Now not only D2C brands but in fact most consumer brands and companies are carrying out the so-called digital transformation. D2C brands, whether foreign or domestic, have naturally grown in the online environment, so they didn’t need to go through the traditional brands’ relatively painful transformation from offline to online channels. In fact, digital transformation is a very important thing we have been engaged in over the past two years.

In my view, digital transformation is manifested in two main ways.

One is the organisational structure of the larger company and the layout and construction of the company's entire large digital transformation back office capabilities. This depends on the company's own commitment to digital transformation. Unilever completed this big transformation two years ago. As you know, we have some classification methods within the company based on back office, middle office and front office, and we have established our own strong digitalisation team, which empowers each of the company’s businesses and thereby drives business growth.

Secondly, in terms of personal capabilities, whether it is for e-commerce colleagues or marketing colleagues, or even financial colleagues and supply chain colleagues, speedily making digital transformation a core point of your business to interconnect all business data is very important and for individuals, it is critical. For example, accessing data and getting insights from it can empower your business. Another point is to learn new things quickly on such a digital platform. Following the boom in Douyin e-commerce last year, more and more companies are now increasingly looking for talents who are good at doing promotions on Douyin. It took only one year to get from the emergence of Douyin to such a large demand for Douyin talents, which is very fast. For existing marketers, quickly becoming familiar with Douyin and drawing more traffic to your Douyin account and conducting e-commerce operations on the platform is crucial.

So on the one hand, it’s a digital transformation of the people themselves. They have to gain the ability to make use of the digital tools. At the same time, it can be seen from the overall company perspective that the company needs to empower the brand and all personnel with the relevant capabilities. I think only the combination of the two can mean that a company has really completed its digital transformation and digital empowerment.

WARC: In terms of R&D, many brands work with organisations like the Tmall Innovation Center. Has Unilever worked with similar organisations on beauty products and are there any better and unique ways to collaborate on new product development?

We also have a partnership with the Tmall Innovation Centre and Unilever also recently opened a new area similar to a separate innovation studio where we innovate along with external customers, inviting innovation teams to come and co-create with us. We have a very open attitude in this regard and have an internal innovation team that is constantly introducing innovative brands and products to the market based on future consumer trends.

We are also using some very advanced thinking in running these products, moving away from the old mindsets and using more of a digital approach to do testing. Instead of using consumer testing to help us make judgments, we're bringing some minimal visualised product concepts to the market and then constantly innovating them to identify the brand that fits the market best. This is the model that our team is currently working with. We also hope to bring some of these new brands and products to market as soon as possible and find a model of our own that can achieve impressive performance in the market.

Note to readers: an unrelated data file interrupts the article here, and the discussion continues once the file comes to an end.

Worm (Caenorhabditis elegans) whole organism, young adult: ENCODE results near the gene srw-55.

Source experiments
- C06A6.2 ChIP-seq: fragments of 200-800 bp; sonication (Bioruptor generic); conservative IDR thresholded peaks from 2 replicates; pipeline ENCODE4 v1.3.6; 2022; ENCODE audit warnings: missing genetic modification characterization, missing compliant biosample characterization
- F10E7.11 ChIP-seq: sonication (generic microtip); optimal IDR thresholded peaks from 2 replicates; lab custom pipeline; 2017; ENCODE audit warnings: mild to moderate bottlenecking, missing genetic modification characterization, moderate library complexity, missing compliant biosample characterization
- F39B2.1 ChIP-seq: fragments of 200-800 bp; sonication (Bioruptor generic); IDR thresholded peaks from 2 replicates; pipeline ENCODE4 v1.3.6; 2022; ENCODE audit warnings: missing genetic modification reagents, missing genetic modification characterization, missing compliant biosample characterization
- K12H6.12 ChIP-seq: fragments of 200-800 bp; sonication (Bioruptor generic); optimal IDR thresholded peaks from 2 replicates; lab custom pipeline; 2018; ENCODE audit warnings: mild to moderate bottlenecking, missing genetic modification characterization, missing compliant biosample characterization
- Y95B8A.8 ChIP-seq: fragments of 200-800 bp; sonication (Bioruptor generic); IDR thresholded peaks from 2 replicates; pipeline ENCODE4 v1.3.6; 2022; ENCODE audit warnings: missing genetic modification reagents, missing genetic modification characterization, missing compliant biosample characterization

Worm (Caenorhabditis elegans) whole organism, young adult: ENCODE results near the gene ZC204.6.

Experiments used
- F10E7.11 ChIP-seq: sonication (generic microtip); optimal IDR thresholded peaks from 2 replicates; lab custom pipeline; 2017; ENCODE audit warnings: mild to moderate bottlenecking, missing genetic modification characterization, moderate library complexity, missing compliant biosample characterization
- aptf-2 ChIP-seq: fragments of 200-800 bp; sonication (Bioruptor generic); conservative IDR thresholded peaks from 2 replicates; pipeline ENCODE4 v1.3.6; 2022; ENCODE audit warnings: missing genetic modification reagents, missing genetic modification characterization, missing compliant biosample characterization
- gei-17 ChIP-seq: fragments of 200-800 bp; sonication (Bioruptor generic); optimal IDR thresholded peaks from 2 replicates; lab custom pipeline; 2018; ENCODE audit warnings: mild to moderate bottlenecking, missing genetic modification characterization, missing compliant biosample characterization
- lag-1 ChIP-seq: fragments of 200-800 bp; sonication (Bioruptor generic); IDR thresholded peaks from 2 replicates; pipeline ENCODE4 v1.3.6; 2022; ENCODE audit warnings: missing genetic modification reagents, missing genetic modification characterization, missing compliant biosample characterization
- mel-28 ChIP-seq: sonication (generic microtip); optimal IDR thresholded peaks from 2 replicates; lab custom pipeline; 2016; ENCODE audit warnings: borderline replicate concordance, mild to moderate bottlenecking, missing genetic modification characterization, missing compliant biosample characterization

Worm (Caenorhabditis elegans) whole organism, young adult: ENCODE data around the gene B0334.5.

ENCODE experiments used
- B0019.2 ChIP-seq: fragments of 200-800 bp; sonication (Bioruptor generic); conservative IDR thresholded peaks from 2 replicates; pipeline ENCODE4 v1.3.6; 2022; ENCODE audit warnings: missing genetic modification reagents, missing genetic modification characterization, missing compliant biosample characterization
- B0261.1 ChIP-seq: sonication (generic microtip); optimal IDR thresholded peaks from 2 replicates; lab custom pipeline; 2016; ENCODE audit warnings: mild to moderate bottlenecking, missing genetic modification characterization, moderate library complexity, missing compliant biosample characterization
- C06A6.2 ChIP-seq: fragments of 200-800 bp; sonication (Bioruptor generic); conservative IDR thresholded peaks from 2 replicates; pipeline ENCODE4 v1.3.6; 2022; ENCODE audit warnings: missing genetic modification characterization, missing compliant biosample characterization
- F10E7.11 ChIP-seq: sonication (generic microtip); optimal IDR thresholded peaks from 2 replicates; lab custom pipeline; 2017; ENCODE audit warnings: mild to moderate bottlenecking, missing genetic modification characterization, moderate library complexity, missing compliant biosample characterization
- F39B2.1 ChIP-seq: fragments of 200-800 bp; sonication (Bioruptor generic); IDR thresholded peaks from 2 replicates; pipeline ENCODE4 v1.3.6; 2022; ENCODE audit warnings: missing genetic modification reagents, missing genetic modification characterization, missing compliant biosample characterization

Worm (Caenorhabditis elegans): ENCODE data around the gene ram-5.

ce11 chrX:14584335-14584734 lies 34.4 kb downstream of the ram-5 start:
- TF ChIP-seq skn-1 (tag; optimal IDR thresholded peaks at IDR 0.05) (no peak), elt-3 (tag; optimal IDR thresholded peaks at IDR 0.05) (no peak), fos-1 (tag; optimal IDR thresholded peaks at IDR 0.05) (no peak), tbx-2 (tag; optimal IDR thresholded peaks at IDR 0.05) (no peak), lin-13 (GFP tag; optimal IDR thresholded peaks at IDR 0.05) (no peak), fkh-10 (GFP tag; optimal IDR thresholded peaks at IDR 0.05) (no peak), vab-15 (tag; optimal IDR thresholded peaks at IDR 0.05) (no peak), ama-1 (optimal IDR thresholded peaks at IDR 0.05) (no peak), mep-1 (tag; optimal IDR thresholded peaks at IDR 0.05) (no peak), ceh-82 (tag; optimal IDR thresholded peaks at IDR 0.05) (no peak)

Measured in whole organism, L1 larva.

WARC: In terms of channels, there is a theory about digital rental and platform tenancy, which is that the relationship between the brand and the channel continues to be a rent collection model, with vacancy fees and shopping guide fees. Search ads are one way to redirect traffic but it is still essentially an online sales and operational cost known in academia as “physical availability”. The downside of this approach is that it only uses the rent collection model, which improves ease of purchase rather than enhancing brand image. What is your view on this theory of digital rental platforms and digital tenancy?

The traditional understanding of the channel is more about exposure and giving consumers a place to buy your product. For consumer interaction, it is more about how the brand can increase consumers’ desire to buy the products through social media or social interaction.

A few years ago, in addition to selling goods, Tmall also launched "Tmall Guang Guang" with a lot of content videos to impress consumers so that they would use Tmall as a platform to share or find the things they like. But in fact, this change was not very successful, essentially due to the properties of the platform. After all, Tmall is a sales-oriented e-commerce platform.

But now, with the rise of short video media such as Douyin, if you use the AIPL model, you will find that it can directly transform the consumer from A (cognitive awareness) to P (purchase), which gives new inspiration to both marketing and channel personnel. This has created a challenge for us: working out whether Douyin is a platform for brand building or a platform for sales. In fact, the division is somewhat blurred.